The question of whether or not women are funny has plagued the comedy community for as long as there have been female comedians. In recent years Jerry Lewis, Adam Carolla, and David Letterman’s stand up comedian booker, Eddie Brill, have all commented that women aren’t funny. The most recent spokesman for comedic sexism came from Saturday Night Live’s Kenan Thompson who implied it is difficult to find a funny Black woman. As a female comedian these arguments naturally feel invalidating to the difficult chore of comedy. I have often wondered what is behind such comments. Just blaming it on good old fashion misogyny or men who have mommy issues isn’t satisfactory. There must be a deeper meaning to why it is perceived that women aren’t funny and why some men feel that it is ok to express this perspective.
I propose that the comment “women aren’t funny” is really a euphemism for “women aren’t smart.” There are few contexts in today’s world where it is acceptable for anyone to make the over generalization that a particular group is not smart, but criticisms of a group’s sense of humor seems to be more acceptable. What is the basic, core element to being funny—intelligence. If women, on the whole, are not funny then it must reflect that we don’t have the core characteristic to make us funny.
All comedians must possess some level of intelligence in order to convey the irony and absurdity of the situations from which humor stems or to make digestible the discrimination one feels (a la Wanda Sykes). Even female comedians whose shtick is one of being less intelligent or incompetent like Gracie Allen or Lucille Ball, show a cloak of intelligence is needed to pull off her comedic perspective. Perhaps our society is better able to digest comedy from a woman if she is “raunchy,” “dumb,” or “childlike.” Even going back to the Vaudeville days, Fannie Brice played Baby Snooks, an infantilized adult child. Marilyn Monroe who was considered intelligent in her personal life played the “dumb blonde” in her comedic portrayals. It is acceptable to say that women aren’t funny instead of women are not smart enough to contribute to the social fabric of American entertainment as comedians.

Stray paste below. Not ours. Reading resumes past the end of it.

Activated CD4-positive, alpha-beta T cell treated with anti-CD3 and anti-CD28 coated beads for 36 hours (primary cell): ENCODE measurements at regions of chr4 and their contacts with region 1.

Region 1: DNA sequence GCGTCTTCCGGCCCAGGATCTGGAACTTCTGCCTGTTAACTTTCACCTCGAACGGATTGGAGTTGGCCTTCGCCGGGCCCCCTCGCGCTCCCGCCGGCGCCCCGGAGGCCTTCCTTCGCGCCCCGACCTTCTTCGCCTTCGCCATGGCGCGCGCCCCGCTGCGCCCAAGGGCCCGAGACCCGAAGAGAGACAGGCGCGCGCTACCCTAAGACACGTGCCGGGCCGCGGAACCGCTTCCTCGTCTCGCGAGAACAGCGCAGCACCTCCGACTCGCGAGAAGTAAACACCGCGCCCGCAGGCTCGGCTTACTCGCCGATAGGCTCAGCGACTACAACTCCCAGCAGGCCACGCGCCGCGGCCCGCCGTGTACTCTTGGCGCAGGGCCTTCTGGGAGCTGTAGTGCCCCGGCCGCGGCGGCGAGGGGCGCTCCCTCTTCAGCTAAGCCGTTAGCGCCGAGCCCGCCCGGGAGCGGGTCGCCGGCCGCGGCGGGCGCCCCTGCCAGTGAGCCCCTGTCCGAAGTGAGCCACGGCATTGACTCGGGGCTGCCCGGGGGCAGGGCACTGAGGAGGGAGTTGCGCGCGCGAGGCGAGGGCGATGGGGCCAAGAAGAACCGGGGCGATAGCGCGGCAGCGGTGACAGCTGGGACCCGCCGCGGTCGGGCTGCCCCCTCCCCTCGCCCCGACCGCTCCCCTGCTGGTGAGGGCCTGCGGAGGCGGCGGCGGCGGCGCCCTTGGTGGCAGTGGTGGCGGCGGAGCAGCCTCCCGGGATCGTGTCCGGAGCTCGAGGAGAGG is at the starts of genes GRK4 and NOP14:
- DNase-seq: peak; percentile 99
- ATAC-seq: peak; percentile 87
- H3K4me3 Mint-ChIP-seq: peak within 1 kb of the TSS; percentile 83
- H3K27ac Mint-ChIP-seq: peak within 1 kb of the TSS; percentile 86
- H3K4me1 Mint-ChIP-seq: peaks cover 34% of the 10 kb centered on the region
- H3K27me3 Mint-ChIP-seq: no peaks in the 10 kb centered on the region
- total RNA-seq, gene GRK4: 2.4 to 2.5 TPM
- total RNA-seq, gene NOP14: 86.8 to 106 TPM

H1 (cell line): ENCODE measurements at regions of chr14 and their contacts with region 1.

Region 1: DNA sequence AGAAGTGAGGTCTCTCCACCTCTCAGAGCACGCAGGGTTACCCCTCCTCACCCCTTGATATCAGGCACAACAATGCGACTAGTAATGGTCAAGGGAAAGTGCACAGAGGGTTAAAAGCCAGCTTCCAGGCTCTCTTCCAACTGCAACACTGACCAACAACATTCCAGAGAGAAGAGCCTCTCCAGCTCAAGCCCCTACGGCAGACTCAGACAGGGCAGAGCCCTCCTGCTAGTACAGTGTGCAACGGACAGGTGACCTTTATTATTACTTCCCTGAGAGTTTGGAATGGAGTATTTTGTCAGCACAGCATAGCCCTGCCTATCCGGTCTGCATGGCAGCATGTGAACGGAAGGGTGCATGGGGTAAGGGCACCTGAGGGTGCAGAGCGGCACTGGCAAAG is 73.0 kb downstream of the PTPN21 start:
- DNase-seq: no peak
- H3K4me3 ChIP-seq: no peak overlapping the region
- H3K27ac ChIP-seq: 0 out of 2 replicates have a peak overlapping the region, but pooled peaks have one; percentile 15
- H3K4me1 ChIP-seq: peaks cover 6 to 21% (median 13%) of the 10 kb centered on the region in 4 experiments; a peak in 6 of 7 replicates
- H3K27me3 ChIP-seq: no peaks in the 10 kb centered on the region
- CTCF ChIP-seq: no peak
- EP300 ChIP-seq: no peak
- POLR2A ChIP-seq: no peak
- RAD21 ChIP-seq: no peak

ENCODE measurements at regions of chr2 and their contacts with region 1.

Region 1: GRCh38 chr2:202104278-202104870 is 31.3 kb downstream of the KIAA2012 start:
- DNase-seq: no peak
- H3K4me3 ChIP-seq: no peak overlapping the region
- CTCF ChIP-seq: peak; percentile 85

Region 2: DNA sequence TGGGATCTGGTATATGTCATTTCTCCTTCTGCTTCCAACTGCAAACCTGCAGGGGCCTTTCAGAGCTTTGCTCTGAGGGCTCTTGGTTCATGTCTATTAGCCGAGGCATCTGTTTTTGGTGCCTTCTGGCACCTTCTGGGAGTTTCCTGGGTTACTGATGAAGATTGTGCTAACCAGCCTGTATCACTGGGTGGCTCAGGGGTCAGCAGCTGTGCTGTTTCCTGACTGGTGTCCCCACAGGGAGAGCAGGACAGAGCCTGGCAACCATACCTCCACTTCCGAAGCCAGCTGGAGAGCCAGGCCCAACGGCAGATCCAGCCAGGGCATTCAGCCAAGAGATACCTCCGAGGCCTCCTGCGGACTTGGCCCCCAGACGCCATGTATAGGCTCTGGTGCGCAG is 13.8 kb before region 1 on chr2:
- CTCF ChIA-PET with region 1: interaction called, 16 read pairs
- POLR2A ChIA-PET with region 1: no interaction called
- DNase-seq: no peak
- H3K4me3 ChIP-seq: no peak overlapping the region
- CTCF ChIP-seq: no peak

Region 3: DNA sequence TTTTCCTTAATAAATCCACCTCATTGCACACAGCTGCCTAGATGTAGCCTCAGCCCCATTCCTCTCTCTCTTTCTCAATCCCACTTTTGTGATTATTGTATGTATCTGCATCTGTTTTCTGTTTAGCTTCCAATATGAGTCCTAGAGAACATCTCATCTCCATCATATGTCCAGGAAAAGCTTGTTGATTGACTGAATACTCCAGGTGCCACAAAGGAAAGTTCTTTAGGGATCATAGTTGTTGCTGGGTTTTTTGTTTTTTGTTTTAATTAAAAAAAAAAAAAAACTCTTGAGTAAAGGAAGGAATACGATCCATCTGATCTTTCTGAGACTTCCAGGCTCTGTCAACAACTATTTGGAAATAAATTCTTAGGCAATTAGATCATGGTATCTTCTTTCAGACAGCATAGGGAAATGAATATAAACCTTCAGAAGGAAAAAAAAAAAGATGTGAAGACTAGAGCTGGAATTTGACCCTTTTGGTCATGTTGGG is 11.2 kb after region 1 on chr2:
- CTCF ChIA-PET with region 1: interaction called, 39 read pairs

There seems to be a lack of female comedians who are political. It seems as if this is a frontier that many women have not flourished in. Sure, we have Whoopi Goldberg, Janeane Garofalo and Wanda Sykes but few have been marketed as “political comedians” in the same way Bill Maher, Jon Stewart, or Stephen Colbert have (where are their solo-led news shows?). I was talking to a friend about the lack of female political comedians. He reflected back, “women just got the ability to vote and now you think they will be allowed into the comedic political realm?” He’s right! The job of politicians is to maintain the socio-political status quo while making incremental changes, which is why political change seems to happen at such a snail’s pace. The job of a good comedian as I see it, is to challenge the status quo and hold a mirror up for society. It is difficult for women, as well as other disempowered groups, to enter the realm of a political comedian because these positions of calling out the status quo are not traditionally etched out for us.
In our politically correct world we are often restricted from saying what we want to say in a direct way. Perhaps for a mysoginistic culture, we know that saying “women aren’t smart and should remain in a powerless role” is unacceptable, but to say that they are “not funny” is allowed. I don’t think that people who say this necessarily hate women but instead have been socialized to perceive women as less intelligent and/or are intimidated by women who are funny, smart, powerful, etc.. It is the same place I have been socialized so I know it well. It is the same message that middle school girls get when they go from straight As to Bs and Cs because it is not considered cool or attractive to be smart. Women and girls are funny, thus, women and girls are smart, and sometimes even create societal change from their art form.
About the author: Nina G is America’s only female stuttering stand up comedian (or at least until she finds another). She is also a disability activist, storyteller, children’s book author and educator. Her book, Once Upon An Accommodation: A Book About Learning Disabilities, helps children to better understand their disability and how to advocate for access. She brings her humor to help people confront and understand social justice issues such as disability and equity.
Picture of Janeane Garofalo, Lucille Ball and Whoopi Goldberg.